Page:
Date of Award

Fall 9-14-2018

Degree Type

Thesis

Degree Name

MS Microbiology

Department

Biology

Advisor

Daniel Brian Nichols, Ph.D.

Committee Member

Cosimo Antonacci, Ph.D.

Committee Member

Tin-Chun Chu, Ph.D.

Committee Member

Jessica Cottrell, Ph.D.

Keywords

Vaccinia Virus, A7, D6, E9L, Transcription Factors, Poxvirus

Abstract

Poxvirus early genes code for viral products involved in host interaction, immune evasion, replication, and transcription of the viral genome. These viral early genes contain a unique and conserved promoter sequence that is recognized by early transcription factors (ETFs). The working hypothesis is pharmacologically targeting the structure of the poxvirus early promoters can inhibit transcription of poxvirus early genes. Our group has identified unique secondary structure which deviates from a scrambled control near the Vaccinia Virus (VACV) E9L promoter. Targeting these unique structures, which most likely may be G-quadruplexes, with structure specific ligands may distort local DNA structures at the promoter. In turn, this may affect the ability of viral transcription factors to recognize the target sequence. As the E9L gene codes for the viral DNA polymerase, inhibition of E9L transcription would prevent replication of the VACV DNA during infection. To assess potential antiviral activity of G-quadruplex ligands, the central goal of this thesis is to develop an in-vitro­ system to identify compounds that prevent binding of ETFs to target promoters. Using VACV ETFs (VETFs) as a model system, VETFs, A7L and D6R, were cloned into a bacterial expression vector with a His epitope tag for purification. A7 and D6 have successfully been expressed and detected in bacterial cell lysates via immunoblotting with anti-His antibodies. Currently, protocols are being optimized for large-scale purification of viral proteins to use in an in vitro binding assay.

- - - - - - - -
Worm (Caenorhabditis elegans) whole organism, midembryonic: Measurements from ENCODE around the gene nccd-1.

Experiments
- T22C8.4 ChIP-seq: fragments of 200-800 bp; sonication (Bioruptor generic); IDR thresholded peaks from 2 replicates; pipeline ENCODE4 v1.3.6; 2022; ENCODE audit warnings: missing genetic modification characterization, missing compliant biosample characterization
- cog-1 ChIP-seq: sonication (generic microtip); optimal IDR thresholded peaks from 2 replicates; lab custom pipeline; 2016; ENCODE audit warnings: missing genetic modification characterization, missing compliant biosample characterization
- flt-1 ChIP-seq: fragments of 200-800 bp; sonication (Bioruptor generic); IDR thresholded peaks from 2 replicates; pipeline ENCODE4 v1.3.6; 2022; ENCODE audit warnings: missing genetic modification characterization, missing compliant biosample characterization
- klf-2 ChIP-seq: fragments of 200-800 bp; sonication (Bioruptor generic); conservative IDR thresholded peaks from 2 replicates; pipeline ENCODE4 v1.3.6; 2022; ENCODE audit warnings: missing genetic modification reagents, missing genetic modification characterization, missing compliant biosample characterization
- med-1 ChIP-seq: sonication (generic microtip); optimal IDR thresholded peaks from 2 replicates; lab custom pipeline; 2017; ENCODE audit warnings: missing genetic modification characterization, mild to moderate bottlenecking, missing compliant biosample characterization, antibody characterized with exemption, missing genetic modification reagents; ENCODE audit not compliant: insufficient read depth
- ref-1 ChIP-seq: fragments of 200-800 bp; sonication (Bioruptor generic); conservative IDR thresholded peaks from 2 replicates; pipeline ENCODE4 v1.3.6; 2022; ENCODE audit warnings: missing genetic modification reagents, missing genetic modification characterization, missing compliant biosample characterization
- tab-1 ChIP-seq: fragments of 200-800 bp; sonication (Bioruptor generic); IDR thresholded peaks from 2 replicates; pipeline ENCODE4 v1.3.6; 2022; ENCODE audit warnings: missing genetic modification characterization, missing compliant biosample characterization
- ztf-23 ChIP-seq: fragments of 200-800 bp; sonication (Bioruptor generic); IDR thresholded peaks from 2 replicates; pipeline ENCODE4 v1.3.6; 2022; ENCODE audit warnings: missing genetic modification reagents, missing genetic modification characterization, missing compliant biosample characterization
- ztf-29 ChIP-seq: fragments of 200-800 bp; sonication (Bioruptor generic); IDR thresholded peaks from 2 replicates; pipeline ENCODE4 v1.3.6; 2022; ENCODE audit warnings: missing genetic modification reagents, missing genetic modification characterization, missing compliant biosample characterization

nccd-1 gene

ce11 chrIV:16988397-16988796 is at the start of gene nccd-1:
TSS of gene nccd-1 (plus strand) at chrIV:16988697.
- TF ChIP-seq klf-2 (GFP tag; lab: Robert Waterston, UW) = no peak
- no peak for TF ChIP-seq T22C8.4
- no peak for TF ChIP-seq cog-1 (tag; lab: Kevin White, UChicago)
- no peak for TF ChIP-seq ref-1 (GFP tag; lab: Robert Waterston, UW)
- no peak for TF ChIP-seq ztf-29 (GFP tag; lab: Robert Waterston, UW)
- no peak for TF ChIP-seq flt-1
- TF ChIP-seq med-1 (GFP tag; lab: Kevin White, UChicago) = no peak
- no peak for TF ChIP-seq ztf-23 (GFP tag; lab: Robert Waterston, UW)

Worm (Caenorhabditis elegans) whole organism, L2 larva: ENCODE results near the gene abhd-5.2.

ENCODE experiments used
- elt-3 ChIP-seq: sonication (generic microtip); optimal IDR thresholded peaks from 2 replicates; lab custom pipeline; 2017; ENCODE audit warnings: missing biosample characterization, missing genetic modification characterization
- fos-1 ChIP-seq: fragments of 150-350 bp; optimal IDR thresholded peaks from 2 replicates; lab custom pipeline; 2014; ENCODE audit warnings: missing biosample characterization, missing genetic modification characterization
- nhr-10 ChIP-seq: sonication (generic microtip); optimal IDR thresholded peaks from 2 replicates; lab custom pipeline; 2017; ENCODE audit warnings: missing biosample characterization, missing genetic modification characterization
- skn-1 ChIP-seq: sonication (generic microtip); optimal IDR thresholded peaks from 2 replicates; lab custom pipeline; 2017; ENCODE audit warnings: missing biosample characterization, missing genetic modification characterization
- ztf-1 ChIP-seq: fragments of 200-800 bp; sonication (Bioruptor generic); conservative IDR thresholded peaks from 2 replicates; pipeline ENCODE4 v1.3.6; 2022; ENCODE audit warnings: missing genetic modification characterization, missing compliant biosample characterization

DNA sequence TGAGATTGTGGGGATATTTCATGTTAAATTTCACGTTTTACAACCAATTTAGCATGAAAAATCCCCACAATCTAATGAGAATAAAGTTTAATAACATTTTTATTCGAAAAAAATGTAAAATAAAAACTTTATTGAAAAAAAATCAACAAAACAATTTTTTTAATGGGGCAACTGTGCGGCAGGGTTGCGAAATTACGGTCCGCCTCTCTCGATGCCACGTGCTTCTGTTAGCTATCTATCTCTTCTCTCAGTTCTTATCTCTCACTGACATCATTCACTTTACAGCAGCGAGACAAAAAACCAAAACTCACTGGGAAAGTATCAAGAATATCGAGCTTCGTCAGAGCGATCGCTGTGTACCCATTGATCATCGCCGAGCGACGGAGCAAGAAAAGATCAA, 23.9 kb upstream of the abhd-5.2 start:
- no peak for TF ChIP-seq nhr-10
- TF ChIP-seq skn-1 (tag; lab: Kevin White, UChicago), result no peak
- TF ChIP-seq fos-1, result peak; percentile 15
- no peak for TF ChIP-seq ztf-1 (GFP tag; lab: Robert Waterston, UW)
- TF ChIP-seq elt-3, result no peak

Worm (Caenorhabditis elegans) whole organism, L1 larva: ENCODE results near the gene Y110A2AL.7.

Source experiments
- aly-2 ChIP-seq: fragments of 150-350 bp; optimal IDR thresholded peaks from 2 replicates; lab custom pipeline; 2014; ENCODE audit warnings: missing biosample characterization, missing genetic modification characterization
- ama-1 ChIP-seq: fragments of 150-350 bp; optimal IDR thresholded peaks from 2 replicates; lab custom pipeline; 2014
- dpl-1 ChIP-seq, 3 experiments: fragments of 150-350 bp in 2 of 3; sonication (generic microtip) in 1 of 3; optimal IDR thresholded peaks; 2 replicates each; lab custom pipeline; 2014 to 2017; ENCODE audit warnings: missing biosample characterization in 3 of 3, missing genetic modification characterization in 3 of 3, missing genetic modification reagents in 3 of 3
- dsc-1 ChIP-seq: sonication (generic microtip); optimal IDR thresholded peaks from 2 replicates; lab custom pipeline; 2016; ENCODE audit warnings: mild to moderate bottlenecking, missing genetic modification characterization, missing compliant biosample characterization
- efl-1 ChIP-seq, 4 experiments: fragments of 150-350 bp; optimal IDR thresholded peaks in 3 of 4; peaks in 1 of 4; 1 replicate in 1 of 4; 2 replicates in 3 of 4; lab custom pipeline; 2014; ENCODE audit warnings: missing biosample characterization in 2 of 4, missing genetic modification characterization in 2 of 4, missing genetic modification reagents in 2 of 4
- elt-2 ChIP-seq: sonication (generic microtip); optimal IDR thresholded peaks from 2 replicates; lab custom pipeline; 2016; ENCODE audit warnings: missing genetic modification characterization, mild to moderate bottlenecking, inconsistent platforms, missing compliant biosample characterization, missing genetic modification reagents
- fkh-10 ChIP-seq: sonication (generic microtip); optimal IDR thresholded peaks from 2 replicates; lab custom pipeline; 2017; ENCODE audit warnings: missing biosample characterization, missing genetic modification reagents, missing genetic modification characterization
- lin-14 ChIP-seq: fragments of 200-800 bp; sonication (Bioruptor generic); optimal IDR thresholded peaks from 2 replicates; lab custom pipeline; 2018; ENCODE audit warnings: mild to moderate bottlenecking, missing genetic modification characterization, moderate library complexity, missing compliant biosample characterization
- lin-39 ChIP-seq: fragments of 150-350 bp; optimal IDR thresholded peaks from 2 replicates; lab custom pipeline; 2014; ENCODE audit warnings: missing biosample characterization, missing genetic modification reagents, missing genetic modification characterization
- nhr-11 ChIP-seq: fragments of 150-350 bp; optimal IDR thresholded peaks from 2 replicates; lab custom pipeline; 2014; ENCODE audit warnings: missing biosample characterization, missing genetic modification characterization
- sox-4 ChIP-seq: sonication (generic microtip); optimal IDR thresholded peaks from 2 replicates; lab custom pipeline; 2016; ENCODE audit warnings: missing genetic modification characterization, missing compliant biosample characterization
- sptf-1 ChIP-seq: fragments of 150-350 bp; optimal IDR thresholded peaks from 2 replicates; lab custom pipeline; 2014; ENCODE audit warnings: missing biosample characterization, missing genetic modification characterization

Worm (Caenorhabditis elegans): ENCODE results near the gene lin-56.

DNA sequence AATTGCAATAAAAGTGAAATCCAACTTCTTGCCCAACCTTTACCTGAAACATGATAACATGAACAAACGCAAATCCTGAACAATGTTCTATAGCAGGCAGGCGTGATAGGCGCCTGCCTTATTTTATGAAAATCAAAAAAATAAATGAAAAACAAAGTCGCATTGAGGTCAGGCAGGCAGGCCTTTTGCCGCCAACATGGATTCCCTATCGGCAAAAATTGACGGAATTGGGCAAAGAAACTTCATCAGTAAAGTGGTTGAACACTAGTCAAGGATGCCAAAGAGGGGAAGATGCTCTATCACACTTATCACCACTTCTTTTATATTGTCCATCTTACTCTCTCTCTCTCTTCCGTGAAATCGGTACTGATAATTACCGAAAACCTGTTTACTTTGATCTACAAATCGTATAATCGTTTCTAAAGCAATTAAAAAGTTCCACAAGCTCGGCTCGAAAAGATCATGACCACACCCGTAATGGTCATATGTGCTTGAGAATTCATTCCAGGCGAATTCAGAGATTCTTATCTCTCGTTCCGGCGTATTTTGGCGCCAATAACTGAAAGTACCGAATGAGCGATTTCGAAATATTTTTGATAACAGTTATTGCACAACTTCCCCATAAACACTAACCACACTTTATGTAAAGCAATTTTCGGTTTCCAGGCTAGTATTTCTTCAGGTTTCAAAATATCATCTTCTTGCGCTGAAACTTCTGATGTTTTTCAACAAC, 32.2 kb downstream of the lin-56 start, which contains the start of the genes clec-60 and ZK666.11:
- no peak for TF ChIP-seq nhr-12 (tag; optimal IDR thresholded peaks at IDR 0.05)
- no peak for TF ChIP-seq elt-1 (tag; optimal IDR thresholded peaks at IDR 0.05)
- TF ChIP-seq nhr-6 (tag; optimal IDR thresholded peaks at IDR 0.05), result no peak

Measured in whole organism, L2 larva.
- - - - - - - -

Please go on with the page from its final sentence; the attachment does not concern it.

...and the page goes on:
Available for download on Friday, September 18, 2020

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